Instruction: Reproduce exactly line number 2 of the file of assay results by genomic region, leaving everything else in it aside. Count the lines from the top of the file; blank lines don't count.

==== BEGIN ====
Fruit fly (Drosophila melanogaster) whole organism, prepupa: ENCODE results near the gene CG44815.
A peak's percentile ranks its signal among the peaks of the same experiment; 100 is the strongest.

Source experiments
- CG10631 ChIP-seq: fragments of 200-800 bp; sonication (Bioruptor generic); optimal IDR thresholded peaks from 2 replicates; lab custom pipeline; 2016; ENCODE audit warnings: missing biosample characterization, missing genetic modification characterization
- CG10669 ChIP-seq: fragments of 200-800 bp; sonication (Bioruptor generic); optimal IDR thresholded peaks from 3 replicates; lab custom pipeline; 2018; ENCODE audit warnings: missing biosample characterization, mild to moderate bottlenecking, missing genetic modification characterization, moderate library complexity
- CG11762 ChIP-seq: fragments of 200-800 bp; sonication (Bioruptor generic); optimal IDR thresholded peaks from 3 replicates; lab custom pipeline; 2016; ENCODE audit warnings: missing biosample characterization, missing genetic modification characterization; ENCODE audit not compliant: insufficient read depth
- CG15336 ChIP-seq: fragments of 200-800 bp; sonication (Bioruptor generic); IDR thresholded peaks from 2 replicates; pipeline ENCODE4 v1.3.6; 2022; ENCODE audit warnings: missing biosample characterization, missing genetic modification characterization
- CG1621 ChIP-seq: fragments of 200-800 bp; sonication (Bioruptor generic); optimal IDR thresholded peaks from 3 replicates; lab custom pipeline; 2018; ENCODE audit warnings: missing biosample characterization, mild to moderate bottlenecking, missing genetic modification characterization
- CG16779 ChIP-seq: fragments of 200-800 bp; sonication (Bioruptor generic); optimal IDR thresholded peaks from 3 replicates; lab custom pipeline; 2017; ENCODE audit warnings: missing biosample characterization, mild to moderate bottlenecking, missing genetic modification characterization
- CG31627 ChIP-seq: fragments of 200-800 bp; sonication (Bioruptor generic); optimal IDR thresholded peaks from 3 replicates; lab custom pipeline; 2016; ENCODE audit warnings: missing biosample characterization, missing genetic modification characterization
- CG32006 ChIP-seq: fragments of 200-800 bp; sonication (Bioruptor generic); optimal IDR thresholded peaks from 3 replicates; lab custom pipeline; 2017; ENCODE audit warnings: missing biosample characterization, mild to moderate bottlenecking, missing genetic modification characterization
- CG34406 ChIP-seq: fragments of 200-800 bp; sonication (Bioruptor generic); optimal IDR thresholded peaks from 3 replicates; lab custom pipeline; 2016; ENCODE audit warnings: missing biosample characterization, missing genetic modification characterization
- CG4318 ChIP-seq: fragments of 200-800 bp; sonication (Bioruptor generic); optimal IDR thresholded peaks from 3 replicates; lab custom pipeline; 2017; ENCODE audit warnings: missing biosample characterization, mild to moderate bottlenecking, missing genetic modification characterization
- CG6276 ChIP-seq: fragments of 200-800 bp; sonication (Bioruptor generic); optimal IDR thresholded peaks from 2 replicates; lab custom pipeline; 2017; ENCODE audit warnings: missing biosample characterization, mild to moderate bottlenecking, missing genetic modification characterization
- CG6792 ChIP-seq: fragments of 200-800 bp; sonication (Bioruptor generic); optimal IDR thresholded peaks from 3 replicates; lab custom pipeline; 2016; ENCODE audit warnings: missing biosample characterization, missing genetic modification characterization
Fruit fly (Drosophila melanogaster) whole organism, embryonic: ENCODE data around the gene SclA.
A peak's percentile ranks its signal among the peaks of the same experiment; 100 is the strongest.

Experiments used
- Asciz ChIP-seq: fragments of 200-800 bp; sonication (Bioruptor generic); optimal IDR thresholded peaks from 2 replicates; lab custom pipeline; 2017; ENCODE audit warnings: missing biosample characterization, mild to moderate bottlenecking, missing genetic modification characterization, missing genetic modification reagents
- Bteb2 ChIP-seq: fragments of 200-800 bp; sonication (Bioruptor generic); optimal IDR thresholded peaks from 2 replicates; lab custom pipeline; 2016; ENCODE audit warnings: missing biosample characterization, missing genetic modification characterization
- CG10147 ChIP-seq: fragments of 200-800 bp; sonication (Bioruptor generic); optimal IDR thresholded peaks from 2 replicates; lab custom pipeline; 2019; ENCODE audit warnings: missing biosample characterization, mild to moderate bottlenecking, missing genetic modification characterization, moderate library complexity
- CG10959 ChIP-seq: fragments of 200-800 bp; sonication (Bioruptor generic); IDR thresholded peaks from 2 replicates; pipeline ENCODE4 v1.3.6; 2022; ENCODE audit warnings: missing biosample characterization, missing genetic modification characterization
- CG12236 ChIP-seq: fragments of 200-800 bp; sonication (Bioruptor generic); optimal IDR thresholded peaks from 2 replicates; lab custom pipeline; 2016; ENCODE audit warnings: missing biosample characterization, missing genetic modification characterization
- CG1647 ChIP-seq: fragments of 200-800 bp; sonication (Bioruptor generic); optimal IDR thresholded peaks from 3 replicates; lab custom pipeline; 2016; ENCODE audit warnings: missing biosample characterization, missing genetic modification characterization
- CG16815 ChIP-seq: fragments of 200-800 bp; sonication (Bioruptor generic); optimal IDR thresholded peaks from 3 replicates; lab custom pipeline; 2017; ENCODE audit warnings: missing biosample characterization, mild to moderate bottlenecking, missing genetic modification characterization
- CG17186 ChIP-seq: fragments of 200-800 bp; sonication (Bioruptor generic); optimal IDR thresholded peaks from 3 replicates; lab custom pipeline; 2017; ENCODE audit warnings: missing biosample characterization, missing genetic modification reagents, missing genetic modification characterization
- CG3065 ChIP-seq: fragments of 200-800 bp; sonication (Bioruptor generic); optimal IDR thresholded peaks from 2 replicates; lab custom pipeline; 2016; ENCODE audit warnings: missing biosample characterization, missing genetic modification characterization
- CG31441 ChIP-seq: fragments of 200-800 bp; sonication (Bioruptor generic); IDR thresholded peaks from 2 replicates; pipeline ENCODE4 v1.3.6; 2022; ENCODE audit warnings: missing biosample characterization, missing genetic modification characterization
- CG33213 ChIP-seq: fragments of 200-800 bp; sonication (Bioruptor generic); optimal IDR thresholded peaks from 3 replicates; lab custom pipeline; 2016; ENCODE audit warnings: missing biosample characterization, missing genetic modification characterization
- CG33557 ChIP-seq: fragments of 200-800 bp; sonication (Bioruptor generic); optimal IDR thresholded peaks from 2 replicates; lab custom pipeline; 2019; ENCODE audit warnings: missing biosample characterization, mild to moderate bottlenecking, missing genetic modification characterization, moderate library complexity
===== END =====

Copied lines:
A peak's percentile ranks its signal among the peaks of the same experiment; 100 is the strongest.